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GP staff survey summary report - General Practice Data for Planning and Research (GPDPR)

In May 2022 we launched a national online survey with general practice staff engaging with staff on GPDPR, burden reduction and health data use. Here is a summary of the results.

Executive summary

This research sought to gather the opinions of general practice staff across England on GPDPR and associated topics, such as opting out and burden reduction.

It was intended to provide us with a sense of the current levels of knowledge of GP staff on a range of issues related to the patient data they collect, as well as telling us which areas we might need to understand further in order to develop clear and useful messages, communication assets and training materials for this audience.

The Royal College of GPs (RCGP) and the British Medical Association (BMA) helped us to set the questions and to promote the survey with their members and we would like to thank them for their support. The survey has provided us with valuable insight.

We found that there is broad support for the programme in principle (49% agreed or strongly agreed with the aims of the programme and only 19% disagreed or strongly disagreed), but those working in GP practices have varying degrees of confidence in explaining different elements of the programme to patients. The majority of respondents (66%) are confident in explaining opt outs and why patients sharing their data is important for research and planning, but confidence drops when discussing more technical topics linked to data use and data sharing.

This survey tells us that approving data extract requests and reactively responding to patient enquiries creates additional burden for GP practices and respondents would like us to explore ways of reducing that burden. There is a need for information about data and data sharing to be more easily digestible and clearer, both for staff and patients.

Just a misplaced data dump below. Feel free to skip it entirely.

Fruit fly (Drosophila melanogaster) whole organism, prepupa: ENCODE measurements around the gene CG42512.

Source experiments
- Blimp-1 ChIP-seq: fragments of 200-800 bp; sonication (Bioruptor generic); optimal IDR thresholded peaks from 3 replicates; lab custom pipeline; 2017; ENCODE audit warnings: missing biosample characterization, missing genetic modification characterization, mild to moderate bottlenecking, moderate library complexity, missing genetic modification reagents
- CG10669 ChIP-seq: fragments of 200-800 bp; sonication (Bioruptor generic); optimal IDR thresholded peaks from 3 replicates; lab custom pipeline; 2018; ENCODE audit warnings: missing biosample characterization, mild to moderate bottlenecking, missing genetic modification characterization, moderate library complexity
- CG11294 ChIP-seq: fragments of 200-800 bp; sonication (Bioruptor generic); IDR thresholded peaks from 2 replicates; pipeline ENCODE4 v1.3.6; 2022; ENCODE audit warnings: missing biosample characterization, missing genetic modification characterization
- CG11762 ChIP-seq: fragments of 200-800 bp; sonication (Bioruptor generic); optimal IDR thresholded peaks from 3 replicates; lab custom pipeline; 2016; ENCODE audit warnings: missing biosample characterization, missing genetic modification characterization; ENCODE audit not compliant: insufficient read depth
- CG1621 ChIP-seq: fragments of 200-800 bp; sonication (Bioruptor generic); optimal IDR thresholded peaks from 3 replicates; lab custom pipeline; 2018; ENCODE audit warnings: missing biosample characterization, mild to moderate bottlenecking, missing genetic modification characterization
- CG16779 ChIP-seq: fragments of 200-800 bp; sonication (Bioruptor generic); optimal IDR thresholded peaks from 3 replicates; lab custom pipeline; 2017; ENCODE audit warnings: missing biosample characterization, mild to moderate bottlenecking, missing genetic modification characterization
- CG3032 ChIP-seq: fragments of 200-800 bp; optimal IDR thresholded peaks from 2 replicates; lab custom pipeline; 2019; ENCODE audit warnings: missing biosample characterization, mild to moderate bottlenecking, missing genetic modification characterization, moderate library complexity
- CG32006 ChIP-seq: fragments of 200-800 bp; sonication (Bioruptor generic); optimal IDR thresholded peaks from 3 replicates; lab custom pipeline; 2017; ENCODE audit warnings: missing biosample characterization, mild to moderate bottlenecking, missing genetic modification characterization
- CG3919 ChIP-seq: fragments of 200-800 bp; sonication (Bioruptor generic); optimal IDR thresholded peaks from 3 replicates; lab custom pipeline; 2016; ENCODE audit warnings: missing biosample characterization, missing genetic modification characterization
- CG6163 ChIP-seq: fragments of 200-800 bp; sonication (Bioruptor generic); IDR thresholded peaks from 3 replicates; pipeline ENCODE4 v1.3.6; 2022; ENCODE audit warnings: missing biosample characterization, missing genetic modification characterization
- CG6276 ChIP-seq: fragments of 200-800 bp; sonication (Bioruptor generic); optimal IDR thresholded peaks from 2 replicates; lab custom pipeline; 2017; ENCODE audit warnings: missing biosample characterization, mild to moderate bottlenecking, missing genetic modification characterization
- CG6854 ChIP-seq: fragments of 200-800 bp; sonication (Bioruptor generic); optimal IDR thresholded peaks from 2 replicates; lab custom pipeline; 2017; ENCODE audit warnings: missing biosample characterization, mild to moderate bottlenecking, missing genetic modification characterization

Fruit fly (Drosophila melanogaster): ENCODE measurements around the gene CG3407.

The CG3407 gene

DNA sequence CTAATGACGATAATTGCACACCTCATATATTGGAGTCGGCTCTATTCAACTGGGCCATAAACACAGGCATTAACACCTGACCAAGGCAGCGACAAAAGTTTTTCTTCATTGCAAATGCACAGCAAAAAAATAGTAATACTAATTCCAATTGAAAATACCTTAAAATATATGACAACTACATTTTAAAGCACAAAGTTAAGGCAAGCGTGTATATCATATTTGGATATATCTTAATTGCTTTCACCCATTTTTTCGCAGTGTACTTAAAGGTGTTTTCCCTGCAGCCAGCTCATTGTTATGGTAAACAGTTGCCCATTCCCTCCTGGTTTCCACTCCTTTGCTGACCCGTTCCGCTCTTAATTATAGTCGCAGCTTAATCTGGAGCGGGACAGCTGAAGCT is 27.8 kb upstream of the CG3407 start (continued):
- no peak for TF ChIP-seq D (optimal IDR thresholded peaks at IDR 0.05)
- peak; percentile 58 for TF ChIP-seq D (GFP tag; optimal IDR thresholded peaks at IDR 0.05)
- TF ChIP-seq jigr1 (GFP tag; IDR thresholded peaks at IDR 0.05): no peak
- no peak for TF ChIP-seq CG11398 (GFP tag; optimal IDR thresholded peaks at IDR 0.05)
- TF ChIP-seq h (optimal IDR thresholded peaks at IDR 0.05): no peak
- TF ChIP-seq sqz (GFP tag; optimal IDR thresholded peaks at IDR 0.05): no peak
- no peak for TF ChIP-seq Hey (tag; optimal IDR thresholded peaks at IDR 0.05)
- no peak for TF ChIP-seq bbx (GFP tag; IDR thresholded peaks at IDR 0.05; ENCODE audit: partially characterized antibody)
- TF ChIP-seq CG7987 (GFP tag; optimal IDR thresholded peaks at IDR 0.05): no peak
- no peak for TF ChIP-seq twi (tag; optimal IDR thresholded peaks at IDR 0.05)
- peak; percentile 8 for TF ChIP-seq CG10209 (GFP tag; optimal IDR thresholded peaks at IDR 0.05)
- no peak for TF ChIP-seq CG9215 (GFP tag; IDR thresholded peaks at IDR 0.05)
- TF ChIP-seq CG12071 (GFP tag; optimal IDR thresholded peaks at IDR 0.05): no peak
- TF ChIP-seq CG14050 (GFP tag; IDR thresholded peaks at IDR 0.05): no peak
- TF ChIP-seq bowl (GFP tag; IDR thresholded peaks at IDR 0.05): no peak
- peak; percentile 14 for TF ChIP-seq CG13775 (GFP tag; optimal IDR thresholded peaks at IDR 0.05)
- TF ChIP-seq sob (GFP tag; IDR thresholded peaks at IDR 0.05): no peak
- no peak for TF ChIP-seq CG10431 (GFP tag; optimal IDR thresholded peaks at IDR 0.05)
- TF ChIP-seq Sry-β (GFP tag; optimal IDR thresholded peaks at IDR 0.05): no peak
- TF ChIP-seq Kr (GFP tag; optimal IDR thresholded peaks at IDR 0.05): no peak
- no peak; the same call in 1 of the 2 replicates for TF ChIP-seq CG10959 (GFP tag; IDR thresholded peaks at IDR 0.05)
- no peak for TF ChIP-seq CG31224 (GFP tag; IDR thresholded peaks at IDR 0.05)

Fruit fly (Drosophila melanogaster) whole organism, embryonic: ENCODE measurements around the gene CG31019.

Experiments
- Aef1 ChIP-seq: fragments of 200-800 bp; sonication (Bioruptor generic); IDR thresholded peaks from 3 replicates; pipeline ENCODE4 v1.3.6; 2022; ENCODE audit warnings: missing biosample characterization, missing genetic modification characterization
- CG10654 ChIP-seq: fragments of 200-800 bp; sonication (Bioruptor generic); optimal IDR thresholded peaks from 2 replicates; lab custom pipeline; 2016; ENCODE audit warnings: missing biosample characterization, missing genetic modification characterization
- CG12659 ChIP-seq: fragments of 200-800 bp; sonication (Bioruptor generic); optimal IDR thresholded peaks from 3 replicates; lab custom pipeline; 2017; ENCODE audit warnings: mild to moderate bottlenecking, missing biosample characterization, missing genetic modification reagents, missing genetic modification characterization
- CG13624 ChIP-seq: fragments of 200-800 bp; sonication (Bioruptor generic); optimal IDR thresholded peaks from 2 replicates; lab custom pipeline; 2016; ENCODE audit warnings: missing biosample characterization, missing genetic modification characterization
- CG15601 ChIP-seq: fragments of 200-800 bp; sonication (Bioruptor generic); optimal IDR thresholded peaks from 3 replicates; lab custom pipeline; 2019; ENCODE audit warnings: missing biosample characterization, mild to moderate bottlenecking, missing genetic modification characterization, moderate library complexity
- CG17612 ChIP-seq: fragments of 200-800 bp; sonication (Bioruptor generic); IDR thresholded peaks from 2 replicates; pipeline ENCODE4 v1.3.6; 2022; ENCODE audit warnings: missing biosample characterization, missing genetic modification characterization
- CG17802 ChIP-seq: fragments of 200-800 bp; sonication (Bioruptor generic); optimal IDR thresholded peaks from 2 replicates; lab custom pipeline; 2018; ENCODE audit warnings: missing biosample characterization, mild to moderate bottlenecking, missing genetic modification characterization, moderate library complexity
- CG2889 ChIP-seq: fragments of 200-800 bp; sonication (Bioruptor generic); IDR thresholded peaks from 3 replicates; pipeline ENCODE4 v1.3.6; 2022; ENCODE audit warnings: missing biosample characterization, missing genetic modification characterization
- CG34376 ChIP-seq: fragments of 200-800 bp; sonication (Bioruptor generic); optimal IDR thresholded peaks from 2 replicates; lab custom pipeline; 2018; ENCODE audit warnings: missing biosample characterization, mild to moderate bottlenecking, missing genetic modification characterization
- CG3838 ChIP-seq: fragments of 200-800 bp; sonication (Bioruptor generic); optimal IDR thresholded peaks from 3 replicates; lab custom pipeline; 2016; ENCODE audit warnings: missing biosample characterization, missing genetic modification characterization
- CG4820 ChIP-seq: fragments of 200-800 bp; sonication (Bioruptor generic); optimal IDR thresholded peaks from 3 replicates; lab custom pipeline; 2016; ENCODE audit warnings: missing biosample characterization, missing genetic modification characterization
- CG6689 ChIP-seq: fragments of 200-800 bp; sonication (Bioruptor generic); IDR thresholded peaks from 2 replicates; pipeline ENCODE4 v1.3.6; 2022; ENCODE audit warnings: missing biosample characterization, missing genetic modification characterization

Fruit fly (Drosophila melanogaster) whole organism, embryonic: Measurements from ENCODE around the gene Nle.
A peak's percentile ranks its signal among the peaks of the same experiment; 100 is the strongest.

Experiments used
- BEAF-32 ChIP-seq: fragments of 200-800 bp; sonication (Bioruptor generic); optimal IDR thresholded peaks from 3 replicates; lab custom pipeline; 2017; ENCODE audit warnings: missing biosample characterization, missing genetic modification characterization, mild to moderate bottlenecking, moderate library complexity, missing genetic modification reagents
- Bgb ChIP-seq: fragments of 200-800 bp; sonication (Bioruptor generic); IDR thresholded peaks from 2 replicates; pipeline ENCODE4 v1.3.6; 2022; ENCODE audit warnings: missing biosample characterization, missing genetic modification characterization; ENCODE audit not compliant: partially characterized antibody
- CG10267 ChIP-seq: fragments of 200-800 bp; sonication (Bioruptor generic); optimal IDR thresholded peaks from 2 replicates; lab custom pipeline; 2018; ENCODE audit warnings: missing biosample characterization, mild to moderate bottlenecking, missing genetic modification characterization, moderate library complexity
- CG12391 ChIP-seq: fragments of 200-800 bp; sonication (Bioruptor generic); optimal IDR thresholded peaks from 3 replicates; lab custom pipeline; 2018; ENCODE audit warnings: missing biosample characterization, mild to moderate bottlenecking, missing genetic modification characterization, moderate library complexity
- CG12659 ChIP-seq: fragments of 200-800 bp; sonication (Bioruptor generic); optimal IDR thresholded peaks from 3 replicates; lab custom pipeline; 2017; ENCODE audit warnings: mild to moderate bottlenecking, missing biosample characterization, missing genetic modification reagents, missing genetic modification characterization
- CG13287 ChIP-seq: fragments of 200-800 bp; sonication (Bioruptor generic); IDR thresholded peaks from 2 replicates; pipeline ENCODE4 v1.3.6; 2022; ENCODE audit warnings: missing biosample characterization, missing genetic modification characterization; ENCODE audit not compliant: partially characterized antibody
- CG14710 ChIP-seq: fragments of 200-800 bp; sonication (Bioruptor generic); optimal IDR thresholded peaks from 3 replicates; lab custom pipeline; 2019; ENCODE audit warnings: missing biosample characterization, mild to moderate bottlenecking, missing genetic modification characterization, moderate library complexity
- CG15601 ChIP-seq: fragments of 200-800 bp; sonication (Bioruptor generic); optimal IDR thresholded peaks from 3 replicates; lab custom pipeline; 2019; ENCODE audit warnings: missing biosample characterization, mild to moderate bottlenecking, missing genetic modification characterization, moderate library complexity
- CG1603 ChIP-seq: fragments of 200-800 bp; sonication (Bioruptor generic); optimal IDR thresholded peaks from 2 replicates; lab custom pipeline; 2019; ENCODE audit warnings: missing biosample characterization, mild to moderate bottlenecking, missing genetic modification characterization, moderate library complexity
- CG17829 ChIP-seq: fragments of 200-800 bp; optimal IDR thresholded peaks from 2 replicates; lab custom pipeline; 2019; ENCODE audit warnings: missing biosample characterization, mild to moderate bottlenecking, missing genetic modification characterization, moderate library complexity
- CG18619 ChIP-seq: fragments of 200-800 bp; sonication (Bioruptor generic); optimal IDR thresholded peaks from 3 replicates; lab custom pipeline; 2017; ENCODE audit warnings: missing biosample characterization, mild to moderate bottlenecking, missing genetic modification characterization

This survey uncovered that a third of those surveyed in GP practices don’t know what a type 1 data opt out is, with 56% of GPs saying that they do not know what a type 1 opt out is. 82% of respondents did not feel they had enough information about GPDPR, which provides the programme with a huge opportunity to fix this problem. This issue is replicated in the general population and other research has shown that patients and the public are also confused by the current data opt out landscape. 

Background and methodology

In March 2022 we launched a pilot online survey across 9 integrated care systems. The purpose of the survey was to listen to general practice staff on key areas ahead of wider, national engagement. We used this opportunity to refine the question set and design of the survey before launching a much broader survey with general practice staff.

In May 2022 we launched a national online survey with general practice staff engaging with staff on GPDPR, burden reduction and health data use more broadly. We developed this survey in partnership with the BMA and RCGP. The survey was cascaded via NHS Digital, the BMA, RCGP and NHS England.